But somehow it had never appealed. From what I'd read about it it just seemed like one of those painfully tedious exercises in political PR, along the lines of those 'books politicians are taking on holiday' lists. It gave me visions of Cameron/ Clegg/ one of the Milibands grabbing the nearest intern and and haranguing them abut what music they could choose in order to seem with it and 'like, part of the Zeitgeist but not too ridiculous, Are the Arctic Monkeys still cool?'
I first encountered Smith when I was doing my A-Levels, and White Teeth came out. I was alerted to it by my A-Level English teacher - I remember him saying he had been dubious about reading it because the story lines span several generations and he wasn't convinced that a 23 year-old would be able to write well about people so much older than herself. Until he read it, was bowled over, and started recommending it.
I adored White Teeth, but it took a long time until Smith became one of my favourite writers. I avoided Autograph Man after trusted friends read it and said they were disappointed with it. But I devoured On Beauty - I'd enjoyed Howard's End and this (loose) updated retelling was everything I wanted.
But it wasn't until I picked up NW earlier this year that I became infatuated. I can't remember the last time I turned a book over the moment I finished and began reading it again, but that's exactly what I did with NW. The novel winds its way around Notting Hill Carnival weekend, dipping back in time to give the characters their stories but anchored to those few days. It could feel brief, but it's one of the most expansive works of fiction I've ever read. Everything I learned about the characters, I wanted to re-read the novel knowing. I'm still, months later, carrying them around in my head like old friends or those people you meet at a party who you'll never really know but who change the course of your life, ever so slightly, with one conversation.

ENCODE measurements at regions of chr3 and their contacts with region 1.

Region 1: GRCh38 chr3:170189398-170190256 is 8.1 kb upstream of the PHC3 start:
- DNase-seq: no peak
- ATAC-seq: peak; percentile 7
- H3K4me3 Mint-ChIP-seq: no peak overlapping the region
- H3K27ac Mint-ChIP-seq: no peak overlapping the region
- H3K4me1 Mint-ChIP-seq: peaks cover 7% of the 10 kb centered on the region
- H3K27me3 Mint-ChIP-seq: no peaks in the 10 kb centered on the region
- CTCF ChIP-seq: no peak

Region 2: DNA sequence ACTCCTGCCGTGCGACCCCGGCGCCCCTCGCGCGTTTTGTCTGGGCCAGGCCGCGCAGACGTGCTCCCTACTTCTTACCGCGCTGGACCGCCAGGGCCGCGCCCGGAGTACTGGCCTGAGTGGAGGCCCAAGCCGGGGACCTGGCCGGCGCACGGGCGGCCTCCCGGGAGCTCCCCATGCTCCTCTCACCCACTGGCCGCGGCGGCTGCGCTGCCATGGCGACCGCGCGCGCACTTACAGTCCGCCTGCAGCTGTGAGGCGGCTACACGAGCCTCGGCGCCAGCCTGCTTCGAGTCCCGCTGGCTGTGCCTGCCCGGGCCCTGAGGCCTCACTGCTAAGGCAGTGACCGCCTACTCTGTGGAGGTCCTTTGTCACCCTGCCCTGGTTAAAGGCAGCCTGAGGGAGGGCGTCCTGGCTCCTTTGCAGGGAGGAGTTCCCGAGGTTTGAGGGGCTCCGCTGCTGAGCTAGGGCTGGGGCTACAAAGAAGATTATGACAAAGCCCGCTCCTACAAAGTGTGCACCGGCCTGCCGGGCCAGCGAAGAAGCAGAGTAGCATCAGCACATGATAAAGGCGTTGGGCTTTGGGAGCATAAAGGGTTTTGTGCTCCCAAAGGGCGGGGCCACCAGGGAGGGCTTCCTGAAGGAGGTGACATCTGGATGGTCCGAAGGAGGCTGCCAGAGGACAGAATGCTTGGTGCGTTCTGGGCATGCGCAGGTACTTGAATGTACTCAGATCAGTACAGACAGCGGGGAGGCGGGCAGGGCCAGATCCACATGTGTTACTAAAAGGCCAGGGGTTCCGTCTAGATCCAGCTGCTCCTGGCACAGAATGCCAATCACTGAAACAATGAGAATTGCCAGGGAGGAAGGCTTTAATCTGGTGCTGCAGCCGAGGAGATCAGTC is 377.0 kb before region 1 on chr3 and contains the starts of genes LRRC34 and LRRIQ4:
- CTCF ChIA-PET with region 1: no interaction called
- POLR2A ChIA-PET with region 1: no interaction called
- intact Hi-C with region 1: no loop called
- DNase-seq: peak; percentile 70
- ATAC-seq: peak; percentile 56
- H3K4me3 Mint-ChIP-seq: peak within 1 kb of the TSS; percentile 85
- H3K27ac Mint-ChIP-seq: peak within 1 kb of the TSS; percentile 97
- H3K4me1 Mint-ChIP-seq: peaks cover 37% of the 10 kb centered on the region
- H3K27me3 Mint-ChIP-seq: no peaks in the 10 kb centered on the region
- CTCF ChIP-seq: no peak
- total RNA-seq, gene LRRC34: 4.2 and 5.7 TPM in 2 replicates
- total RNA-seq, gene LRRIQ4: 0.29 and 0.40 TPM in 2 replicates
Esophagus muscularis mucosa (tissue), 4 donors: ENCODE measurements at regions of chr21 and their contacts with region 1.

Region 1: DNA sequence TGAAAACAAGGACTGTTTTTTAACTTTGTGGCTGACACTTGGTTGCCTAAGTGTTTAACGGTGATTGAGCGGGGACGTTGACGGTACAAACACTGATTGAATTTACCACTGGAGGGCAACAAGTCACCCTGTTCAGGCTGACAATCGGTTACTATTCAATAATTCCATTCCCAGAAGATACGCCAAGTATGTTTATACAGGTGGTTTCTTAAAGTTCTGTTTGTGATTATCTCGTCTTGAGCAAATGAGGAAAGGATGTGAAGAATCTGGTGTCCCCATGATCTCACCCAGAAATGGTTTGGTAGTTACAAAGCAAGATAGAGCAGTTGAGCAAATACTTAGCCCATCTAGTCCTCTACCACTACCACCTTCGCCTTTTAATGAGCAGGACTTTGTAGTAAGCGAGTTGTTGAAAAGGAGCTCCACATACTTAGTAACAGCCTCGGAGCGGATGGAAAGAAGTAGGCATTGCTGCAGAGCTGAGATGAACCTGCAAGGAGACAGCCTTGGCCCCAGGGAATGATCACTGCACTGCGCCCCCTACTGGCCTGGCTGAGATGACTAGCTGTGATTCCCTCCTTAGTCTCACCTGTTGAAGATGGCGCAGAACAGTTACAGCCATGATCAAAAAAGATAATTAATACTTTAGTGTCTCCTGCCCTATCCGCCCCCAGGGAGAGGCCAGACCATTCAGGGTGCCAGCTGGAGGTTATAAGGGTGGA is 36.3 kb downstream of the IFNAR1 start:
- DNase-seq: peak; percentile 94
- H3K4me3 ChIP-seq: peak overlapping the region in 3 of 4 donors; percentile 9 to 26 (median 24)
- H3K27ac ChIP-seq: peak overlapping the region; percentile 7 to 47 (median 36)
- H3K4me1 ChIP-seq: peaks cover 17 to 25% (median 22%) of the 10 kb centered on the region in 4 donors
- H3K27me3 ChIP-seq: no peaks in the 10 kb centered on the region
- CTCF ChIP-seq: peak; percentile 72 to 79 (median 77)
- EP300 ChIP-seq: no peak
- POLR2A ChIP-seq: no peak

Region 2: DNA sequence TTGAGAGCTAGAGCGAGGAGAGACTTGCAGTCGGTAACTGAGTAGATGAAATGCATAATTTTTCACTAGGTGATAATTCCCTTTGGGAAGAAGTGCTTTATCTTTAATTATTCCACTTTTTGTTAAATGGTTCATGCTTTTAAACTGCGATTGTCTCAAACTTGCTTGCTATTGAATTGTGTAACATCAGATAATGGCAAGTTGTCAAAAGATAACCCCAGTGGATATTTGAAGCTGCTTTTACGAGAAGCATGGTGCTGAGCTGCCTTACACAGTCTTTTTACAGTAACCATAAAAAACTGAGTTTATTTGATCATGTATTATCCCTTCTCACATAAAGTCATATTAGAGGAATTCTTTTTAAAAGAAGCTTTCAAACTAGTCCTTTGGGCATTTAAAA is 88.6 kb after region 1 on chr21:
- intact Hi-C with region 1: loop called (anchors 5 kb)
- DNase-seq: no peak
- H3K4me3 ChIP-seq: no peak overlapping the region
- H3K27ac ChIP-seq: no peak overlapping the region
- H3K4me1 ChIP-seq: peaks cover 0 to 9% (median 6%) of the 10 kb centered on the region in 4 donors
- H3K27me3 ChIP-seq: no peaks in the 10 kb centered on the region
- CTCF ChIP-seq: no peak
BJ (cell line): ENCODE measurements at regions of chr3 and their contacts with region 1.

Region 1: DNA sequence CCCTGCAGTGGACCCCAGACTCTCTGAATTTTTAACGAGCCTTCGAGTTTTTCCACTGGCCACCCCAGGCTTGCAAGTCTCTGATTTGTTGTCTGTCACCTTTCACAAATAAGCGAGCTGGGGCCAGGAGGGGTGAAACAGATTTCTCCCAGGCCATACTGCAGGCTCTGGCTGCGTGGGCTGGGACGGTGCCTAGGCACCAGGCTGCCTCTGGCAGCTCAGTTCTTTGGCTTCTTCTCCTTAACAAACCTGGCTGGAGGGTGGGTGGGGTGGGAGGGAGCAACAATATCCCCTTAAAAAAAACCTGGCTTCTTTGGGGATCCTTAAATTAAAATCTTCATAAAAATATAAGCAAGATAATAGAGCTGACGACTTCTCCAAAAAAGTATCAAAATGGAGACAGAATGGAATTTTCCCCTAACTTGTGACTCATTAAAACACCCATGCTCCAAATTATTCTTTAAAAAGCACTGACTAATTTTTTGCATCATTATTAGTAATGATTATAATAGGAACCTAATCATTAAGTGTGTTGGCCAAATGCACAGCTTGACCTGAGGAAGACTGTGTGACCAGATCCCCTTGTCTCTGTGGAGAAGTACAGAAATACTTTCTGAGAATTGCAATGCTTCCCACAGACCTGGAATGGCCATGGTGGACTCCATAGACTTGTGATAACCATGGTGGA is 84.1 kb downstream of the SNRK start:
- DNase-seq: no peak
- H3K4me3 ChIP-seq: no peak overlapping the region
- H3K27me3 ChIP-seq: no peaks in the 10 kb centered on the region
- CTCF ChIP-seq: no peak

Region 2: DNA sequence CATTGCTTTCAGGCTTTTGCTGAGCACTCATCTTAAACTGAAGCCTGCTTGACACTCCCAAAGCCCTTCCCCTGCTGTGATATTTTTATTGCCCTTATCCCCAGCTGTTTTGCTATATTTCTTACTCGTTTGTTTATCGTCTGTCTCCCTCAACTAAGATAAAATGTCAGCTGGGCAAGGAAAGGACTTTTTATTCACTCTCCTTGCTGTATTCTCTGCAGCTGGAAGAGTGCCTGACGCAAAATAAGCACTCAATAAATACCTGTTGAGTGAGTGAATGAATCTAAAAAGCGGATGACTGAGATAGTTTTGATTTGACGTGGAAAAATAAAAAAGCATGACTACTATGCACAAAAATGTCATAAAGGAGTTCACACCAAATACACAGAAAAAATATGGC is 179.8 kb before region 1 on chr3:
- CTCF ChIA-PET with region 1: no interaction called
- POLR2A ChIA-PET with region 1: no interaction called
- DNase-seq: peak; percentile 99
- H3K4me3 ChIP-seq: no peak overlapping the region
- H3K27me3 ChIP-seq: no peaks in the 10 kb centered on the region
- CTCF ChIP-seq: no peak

So I decided to listen to Desert Island Discs. And that stuffy politician image was blown away. For those unfamiliar with the show, it's an interview themed around the question of which 8 tracks the interviewee would choose to take to a desert island. They're also allowed one book (the Bible and complete works of Shakespeare being provided), and one luxury.
She's also winningly open, talking about an accident that almost killed her when she was 15, falling out of a window while smoking
But as much as I loved her music choices, it was her thoughtful and humorous answers that made me want to save the interview and listen again and again.
She dismissed the idea of beauty disqualifying you from writing, even if, predictably, her looks are what the papers chose to focus on. Asked about her success, and whether she's an icon of multicultural Britain:
"There's a good line from Kanye somewhere where he talks about being the black spot on a domino. It's nonsense, 1 or 2 people out of a comprehensive school of 2,000 - that's no kind of success... I don't like being held up as that kind of example, or as that idea of having been rescued or saved from.. a class you need to be saved from, because I don't feel that way either."
She expands on this later when she talks about going to Cambridge and how she was lucky that a friend's father had been to Oxford and so was able to help her apply, tell her what they would be looking for. She calmly shatters the idea of exceptionalism - "there were plenty of kids from my school who could have gone to Oxbridge, but nobody told them how to do it."
She's also winningly open, talking about an accident that almost killed her when she was 15, falling out of a window while smoking: "yes it was a cigarette. It could easily have been a joint that I almost dies for. But it was just a Silk Cut!"
When I first read NW I wished I could write a fraction as well. Now I wish I could think, speak, a fraction as clearly as Smith. Listen while you still can,here. And if you'd like to read what she has to say about writing, check out her ten tips forwriting.
There are clearly worse things than being trapped on a desert island with Zadie Smith.